The drop in consumption, which appears as stagnation in the housing, automotive and white goods sectors, has negatively affected growth. The 4 percent figure, which is the growth target for 2015, is now being considered optimistic. Because of the increase of interest rates in the U.S. and the continuation of the interest rate-exchange rate spiral which is pulling growth down, the growth in 2015 is expected to actually be around 2 percent.

Unemployment climbing

While economic growth decreases, in other words while production and investments fall, unemployment climbs.

The number of unemployed became 3,064,000 in September 2014. The Turkish Statistical Office (TÜİK) declared the official unemployment rate was 10.5 percent. The unemployment rate has been declared to be 9.1 percent for men and 13.6 percent for women. Non-agricultural unemployment is estimated to be 12.7 percent in the same period. Youth unemployment between the ages of 15 and 24 is 19.1 percent.


The unemployment rate in September 2013 was 9.4 percent, and the total number of unemployed was 2,560,000. This shows that the number of unemployed has increased by 537,000 people in 12 months.

Roughly, 6,000 people join the workforce market in Turkey every day and only 4,000 of them find the opportunity to be employed, while 2,000 join the army of the unemployed. This means an addition of 45,000 people to the army of the unemployed every month, 540,000 people every year.

Budget deficit rises also

When economic growth fell below 3 percent, then tax income also had a low course and its increase stayed at around 8 percent. This corresponds to 1 point below inflation. In other words, let alone an increase in taxes, they went back 1 point in real terms. On the other hand, budget expenditures increased 11 percent, which are 2 points above inflation. As a result, the budget, which had a deficit of 7 billion Turkish Liras in the first 10 months of last year, in the same period this year had a deficit of 15 billion liras, with an increase of 95 percent.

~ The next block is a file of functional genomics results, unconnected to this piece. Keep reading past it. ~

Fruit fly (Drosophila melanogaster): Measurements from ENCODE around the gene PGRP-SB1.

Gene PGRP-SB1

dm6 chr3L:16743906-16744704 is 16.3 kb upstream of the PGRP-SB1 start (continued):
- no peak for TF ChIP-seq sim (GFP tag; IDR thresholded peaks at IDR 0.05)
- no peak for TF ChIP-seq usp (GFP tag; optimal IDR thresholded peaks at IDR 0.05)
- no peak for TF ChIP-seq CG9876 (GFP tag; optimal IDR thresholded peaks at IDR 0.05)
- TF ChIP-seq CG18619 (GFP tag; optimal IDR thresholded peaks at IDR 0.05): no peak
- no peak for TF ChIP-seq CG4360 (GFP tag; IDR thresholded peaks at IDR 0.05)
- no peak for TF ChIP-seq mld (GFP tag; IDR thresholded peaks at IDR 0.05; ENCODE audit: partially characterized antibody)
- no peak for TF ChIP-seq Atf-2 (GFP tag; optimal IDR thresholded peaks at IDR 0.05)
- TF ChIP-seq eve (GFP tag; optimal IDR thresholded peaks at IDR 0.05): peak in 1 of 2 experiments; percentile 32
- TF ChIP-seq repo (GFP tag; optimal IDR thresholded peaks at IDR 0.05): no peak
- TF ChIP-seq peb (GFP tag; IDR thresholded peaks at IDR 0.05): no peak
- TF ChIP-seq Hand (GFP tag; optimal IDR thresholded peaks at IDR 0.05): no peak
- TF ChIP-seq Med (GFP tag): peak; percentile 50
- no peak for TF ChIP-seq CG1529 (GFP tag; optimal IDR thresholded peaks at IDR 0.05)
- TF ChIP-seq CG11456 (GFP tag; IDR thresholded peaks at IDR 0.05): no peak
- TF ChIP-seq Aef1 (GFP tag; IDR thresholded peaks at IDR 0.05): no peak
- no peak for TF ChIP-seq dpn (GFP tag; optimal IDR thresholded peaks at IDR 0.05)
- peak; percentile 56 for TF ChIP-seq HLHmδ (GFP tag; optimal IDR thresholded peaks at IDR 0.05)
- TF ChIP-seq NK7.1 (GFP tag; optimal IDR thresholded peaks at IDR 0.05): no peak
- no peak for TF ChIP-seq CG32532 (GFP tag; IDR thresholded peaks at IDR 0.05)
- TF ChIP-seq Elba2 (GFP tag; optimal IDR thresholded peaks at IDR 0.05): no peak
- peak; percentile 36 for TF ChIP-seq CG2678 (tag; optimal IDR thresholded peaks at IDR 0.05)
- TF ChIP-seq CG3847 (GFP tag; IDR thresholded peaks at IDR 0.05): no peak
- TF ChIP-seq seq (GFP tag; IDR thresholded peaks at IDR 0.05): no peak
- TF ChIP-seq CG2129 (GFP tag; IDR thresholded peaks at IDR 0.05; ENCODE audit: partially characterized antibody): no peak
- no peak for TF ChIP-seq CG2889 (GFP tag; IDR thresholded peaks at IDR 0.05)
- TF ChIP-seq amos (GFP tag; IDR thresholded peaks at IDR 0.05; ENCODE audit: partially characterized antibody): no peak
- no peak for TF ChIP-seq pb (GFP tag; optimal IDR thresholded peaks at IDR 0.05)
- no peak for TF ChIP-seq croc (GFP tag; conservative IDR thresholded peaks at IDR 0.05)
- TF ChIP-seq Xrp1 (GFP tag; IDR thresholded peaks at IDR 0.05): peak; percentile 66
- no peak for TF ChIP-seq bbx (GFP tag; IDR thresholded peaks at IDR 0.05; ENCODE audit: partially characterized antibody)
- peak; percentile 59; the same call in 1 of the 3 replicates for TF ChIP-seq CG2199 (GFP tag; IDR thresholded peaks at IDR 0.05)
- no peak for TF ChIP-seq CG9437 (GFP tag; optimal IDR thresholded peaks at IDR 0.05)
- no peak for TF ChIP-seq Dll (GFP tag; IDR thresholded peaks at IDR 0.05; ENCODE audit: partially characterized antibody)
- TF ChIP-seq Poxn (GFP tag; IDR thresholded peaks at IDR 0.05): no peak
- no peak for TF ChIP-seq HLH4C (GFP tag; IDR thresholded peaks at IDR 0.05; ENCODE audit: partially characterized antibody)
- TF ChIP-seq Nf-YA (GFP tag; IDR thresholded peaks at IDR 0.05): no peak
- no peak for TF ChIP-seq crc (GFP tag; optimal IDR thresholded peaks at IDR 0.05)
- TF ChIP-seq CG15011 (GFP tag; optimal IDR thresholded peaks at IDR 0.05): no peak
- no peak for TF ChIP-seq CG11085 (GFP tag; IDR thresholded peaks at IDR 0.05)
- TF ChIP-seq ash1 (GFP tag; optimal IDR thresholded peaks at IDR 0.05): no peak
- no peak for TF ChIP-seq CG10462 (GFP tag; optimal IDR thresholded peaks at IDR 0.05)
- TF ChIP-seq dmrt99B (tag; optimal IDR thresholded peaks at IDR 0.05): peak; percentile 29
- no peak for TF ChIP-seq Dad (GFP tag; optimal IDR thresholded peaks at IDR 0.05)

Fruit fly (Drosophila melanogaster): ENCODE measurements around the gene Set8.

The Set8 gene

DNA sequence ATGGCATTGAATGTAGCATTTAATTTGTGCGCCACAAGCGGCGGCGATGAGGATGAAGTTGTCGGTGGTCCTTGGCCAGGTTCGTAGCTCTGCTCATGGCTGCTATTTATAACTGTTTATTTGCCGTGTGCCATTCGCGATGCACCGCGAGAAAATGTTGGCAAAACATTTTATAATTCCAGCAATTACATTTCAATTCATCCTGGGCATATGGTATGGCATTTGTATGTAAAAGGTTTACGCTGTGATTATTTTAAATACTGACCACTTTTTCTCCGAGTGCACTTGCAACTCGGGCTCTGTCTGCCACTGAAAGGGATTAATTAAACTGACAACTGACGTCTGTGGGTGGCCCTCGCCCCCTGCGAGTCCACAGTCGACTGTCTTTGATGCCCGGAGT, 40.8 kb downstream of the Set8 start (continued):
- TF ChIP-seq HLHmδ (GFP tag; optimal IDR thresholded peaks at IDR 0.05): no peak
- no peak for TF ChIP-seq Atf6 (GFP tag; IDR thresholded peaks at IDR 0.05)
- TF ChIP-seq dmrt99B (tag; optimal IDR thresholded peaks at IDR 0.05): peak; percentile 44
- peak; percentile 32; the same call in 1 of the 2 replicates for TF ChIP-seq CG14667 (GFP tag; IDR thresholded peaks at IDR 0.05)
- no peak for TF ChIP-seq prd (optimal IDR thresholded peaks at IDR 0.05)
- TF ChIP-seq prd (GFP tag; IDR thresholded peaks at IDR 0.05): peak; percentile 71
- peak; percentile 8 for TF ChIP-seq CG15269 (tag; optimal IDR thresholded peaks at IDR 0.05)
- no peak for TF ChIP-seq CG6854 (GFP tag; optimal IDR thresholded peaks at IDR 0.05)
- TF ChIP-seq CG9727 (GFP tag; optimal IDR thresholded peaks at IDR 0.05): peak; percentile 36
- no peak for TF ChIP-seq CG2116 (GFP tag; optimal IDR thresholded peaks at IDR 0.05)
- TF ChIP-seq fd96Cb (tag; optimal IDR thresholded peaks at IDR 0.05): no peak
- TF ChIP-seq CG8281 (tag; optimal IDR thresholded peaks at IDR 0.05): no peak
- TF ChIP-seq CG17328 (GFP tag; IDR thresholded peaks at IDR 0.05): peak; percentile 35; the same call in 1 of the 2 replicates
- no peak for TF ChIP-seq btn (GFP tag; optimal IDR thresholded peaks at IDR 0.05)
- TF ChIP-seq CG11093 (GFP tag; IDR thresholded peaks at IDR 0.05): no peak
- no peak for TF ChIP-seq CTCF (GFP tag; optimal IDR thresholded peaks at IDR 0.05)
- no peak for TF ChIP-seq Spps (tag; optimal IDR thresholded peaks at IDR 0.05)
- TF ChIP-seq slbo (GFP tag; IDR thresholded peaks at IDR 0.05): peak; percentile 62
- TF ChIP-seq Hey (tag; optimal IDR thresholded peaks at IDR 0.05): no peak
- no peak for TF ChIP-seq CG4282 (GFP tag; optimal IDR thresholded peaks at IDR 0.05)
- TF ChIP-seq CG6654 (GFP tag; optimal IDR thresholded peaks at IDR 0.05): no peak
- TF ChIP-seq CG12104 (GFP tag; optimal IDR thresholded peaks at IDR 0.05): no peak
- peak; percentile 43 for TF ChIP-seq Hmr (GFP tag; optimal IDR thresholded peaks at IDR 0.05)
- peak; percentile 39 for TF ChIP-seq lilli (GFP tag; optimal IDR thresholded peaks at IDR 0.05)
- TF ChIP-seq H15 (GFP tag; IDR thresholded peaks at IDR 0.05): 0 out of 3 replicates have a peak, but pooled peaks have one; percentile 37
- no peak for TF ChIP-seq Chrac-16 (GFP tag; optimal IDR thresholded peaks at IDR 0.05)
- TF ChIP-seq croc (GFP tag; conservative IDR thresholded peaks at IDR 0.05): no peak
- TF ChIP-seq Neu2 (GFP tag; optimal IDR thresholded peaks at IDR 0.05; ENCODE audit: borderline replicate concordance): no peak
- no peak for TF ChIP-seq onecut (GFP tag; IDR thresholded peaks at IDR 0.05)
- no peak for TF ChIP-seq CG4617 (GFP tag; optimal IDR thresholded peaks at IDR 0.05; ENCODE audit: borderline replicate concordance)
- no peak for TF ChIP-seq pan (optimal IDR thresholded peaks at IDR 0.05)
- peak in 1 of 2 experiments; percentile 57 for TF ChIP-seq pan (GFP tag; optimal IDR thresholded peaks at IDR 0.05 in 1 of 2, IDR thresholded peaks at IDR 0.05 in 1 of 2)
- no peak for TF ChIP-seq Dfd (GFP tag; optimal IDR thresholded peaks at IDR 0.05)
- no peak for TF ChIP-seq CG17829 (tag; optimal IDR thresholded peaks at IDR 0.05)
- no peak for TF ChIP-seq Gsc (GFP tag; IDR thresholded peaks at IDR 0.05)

Interest expenditures within budget expenditures, which reached 45 billion liras, were close to each other in the first 10 months of this year and last year. Interest expenditures are 12.3 percent of the total.

Personnel expenses increased nearly 15 percent to become 94 billion liras, which were 6 points above inflation. The increase in the number of public employees has been the biggest factor in this rise.

A striking increase was experienced in budget expenditures in the premiums of the Social Security Institution (SGK) and its deficit financing items. The SGK took the biggest share of the central budget’s current transfers. From the 363 billion liras of expenditures of the budget in the first 10 months, 22 percent was allocated to its social security deficits and financing.”

Lira against dollar

With the detainment of personnel close to the Fethullah Gülen Community on Dec. 14, the political risk rose and together with other risks turned the markets upside down. Fluctuations in emerging markets, first and foremost in Russia, and the expectation of an increase of interest rates from the FED hit the markets big time.

Last week, the dollar rose to the historic level of 2.41 liras, but transactions continued at a lower rate later. The euro also rose with the dollar and exceeded the 3 lira level, then went below 3 lira.

If circumstances force a new raise of the interest rate, this would mean that 2015 will be a new stagnation and shrinking year for Turkey. It should not be too difficult to predict that such a bitter economic climate in a year when general elections will be held would upset certain voters.

Written by Mustafa Sönmez